Noise is always a factor that's taken under consideration when developing a city's sweeping program. Copenhagen sweepers begin operating early in the morning, about 4 or 5 am. Sweeping continues in an area until traffic becomes too heavy, then the sweepers are moved to another, less congested, area. The public information program for sweeping seems more developed in Copenhagen than in most places, however, and the citizens reportedly have few complaints about what's entailed in keeping their city clean.

"People realize we are helping them maintain a nice clean city," said Lars Lyng. "We put a lot of effort into communicating with the citizens about what we're doing and why we're doing it. Whenever we try new things, we inform the press to let everyone know about it. This greater public awareness pays us many dividends.


"We also try to develop amicable relationships with the contractors who do work for us. But, we do check up on them. If they haven't done a good job, they'll go and fix it. These relationships are very good, though; we don't believe in having 'wars' with anyone who provide services to us. We all agree on the level of quality that is to be delivered, and the contractor is willing to maintain that level for us."

That 'partnership' relationship is also strived for with the residents of Copenhagen. The cleaning agency has a yearly promotion designed to remind everyone of why the sweeping is done, and to request help in keeping the city clean by using the garbage cans and picking up after themselves. This approach appears to be working well.

"This upcoming year, we're looking to add a new element to our clean city campaign. We hope to develop a comparison of what it costs to sweep the streets in order to remove the majority of debris, rather than just emptying the garbage cans. Our goal is to be able to tell the citizenry that if they increase their use of garbage cans by a certain amount, we might be able to build a new playground with the money that's saved. It's a very political issue, and we believe education is a very important part of helping to keep our city clean."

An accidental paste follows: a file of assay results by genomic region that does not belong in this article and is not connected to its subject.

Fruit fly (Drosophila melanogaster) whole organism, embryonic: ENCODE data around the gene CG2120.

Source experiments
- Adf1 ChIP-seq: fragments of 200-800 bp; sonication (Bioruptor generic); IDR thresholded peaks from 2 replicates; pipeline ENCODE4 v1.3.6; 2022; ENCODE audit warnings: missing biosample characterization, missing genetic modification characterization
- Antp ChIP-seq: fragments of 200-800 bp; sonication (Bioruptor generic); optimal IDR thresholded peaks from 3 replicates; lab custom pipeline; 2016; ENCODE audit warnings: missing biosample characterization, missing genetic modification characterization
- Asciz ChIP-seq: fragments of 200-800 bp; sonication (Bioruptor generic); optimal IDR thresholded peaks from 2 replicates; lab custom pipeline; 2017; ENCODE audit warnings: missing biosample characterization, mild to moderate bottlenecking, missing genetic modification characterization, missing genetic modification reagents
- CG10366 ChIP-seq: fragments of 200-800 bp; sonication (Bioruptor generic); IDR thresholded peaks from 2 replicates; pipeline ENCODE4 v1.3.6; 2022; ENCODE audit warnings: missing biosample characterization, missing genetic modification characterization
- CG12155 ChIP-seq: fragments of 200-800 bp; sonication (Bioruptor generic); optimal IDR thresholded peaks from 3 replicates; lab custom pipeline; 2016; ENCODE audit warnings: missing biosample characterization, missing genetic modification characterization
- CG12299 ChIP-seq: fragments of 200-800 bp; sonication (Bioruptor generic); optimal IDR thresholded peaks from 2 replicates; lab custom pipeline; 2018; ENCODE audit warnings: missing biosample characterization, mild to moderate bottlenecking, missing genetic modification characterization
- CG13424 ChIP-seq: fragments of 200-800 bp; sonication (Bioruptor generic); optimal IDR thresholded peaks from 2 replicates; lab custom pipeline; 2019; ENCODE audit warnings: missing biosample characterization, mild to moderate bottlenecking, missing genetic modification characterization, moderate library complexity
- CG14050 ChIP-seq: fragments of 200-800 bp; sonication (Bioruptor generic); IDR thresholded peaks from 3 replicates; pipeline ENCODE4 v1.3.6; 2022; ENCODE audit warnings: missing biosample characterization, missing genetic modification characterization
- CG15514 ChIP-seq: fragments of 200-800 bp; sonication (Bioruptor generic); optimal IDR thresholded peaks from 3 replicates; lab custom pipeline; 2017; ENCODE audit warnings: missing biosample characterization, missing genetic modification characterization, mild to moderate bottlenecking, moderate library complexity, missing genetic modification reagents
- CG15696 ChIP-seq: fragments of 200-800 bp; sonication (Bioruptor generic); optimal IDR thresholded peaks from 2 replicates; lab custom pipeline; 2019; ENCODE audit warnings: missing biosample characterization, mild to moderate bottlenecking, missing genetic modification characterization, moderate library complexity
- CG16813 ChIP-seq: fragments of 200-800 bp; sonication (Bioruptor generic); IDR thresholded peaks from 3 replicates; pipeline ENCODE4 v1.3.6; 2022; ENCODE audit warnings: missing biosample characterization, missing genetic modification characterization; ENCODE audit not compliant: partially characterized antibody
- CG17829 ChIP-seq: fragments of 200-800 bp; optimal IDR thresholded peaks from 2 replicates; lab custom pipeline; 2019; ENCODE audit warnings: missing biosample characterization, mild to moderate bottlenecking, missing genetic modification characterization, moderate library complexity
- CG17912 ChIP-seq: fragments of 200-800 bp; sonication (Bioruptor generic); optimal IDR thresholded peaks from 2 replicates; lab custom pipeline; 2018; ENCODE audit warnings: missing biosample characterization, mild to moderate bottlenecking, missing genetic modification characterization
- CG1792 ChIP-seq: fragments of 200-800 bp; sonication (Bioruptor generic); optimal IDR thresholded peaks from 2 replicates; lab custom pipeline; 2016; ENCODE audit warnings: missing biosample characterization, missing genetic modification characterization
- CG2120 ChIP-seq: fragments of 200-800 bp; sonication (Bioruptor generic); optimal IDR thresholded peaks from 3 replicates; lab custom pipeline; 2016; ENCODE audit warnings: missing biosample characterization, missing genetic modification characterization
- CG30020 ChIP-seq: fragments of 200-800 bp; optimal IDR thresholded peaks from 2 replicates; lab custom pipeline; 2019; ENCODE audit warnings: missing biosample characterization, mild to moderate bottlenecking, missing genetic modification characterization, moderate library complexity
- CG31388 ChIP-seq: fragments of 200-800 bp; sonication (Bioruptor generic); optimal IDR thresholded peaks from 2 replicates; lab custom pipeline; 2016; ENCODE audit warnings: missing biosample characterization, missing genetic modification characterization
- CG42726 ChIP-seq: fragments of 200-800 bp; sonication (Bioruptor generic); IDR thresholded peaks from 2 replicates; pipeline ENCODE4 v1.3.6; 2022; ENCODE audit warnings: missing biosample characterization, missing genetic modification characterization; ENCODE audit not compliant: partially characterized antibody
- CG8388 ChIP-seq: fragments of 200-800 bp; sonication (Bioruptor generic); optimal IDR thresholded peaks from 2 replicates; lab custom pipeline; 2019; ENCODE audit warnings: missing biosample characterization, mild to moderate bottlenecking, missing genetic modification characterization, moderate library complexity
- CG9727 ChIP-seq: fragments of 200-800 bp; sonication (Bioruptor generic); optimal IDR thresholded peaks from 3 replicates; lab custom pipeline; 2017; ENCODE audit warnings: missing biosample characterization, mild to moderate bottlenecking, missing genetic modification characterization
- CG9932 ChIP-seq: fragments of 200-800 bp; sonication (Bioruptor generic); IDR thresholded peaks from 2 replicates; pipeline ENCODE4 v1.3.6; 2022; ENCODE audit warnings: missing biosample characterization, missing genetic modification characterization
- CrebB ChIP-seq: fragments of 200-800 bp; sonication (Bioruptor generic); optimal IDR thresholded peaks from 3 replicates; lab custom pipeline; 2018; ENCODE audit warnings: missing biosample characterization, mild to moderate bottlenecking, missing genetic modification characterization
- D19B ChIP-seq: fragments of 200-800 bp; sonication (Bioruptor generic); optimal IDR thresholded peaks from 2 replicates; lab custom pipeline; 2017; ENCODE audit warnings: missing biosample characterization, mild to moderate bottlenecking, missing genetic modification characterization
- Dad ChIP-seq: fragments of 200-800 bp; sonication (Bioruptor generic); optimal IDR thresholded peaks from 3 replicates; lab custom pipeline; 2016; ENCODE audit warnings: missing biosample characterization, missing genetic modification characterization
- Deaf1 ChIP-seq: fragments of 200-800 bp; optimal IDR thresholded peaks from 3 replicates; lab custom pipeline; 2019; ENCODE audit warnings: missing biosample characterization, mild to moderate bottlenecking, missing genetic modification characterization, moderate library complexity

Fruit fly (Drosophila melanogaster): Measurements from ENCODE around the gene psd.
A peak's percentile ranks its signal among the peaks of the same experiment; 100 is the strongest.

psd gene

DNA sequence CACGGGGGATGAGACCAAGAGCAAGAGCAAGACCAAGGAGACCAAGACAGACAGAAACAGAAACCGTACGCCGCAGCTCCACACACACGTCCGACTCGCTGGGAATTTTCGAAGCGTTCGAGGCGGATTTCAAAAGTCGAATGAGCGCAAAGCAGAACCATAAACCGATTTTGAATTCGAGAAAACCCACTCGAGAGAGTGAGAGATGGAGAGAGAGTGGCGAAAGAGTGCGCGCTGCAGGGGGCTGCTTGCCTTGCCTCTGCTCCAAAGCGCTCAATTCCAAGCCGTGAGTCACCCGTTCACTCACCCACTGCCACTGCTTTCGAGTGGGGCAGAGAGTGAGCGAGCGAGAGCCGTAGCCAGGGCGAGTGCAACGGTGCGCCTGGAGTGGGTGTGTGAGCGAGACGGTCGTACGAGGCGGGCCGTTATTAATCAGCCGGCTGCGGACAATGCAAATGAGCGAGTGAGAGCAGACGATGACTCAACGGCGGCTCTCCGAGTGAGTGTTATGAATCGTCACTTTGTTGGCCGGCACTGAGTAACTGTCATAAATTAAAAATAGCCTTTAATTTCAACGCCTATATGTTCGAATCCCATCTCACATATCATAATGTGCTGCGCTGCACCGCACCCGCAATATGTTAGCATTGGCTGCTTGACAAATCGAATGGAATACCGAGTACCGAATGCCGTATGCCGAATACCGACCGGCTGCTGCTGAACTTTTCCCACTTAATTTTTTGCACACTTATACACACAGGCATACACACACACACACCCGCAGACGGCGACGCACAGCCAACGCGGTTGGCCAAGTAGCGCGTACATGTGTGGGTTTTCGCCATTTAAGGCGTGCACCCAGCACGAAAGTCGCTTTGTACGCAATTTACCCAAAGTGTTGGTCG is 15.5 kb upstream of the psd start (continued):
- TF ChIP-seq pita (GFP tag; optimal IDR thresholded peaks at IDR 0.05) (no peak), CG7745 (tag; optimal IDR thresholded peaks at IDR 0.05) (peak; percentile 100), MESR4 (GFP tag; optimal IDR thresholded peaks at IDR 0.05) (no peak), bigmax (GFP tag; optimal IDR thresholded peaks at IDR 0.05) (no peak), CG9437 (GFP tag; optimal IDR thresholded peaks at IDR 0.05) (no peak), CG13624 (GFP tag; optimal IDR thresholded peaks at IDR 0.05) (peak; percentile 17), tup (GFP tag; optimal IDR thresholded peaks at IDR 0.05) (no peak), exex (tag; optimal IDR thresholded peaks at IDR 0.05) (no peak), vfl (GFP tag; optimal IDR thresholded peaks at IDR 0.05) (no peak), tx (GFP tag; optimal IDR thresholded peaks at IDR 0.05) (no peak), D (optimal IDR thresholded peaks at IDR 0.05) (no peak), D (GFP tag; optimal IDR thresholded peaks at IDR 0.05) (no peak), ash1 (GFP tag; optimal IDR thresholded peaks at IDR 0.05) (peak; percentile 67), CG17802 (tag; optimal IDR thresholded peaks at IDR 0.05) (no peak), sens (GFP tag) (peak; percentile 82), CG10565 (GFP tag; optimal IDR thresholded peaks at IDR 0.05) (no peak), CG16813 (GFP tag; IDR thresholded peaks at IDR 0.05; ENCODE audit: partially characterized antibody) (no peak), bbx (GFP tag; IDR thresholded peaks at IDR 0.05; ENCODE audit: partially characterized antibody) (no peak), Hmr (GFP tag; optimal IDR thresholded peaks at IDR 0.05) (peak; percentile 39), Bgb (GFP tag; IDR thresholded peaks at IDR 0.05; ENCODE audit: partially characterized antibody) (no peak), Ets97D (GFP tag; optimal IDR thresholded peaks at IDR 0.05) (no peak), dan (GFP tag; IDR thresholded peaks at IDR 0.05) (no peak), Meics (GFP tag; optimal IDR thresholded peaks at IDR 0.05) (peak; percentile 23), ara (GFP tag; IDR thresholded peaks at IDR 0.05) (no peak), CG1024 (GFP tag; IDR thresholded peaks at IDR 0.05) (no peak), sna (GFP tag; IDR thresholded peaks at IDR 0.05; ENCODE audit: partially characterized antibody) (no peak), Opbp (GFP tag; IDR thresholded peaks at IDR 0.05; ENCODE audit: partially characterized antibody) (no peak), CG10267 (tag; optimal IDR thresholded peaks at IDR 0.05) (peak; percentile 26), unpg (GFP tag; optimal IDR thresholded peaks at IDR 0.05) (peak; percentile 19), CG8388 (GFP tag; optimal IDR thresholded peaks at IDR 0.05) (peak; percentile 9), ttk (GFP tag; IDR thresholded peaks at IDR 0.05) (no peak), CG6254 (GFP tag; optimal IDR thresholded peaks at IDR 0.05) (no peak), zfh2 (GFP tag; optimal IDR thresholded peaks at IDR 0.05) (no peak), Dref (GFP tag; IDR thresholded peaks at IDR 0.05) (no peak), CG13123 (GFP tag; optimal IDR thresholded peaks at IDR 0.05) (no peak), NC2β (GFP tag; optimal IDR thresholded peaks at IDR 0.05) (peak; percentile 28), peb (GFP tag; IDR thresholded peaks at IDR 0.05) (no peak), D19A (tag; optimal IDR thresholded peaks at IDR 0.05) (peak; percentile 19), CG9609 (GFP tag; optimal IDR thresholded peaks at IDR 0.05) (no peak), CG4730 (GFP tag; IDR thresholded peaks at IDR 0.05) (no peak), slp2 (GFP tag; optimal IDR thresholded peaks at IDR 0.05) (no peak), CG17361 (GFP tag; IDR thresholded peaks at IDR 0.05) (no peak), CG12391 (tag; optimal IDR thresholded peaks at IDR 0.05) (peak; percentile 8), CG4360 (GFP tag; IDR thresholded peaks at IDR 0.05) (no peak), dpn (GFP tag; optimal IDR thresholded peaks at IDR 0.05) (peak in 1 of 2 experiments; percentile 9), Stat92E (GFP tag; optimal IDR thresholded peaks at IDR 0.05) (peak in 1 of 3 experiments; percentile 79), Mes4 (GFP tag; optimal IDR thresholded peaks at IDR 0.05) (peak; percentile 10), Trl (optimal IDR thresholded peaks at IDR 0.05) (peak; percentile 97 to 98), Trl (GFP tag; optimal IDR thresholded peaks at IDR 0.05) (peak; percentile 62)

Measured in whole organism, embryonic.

recycling glass

In Copenhagen, many glass bottles carry a deposit tax that's the equivalent of 30 cents in the U.S. As a result, very few bottles can be found lying around the streets, etc. For convenience, the city provides containers for glass recycling, and the deposit money helps cover the cost of emptying the containers and transferring the glass to recyclers. Unfortunately, it does little to alleviate the very noticeable broken glass problem in the tourist areas of town. Accidental breakage leaves glass into the cracks of cobblestones that must be removed by vacuum machines or by hand-sweeping. If there was a way for Copenhagen to address this problem -- by outlawing use of glass containers out in the streets, for example -- it would be a huge help toward mitigating this challenging aspect to the city's cleaning capability.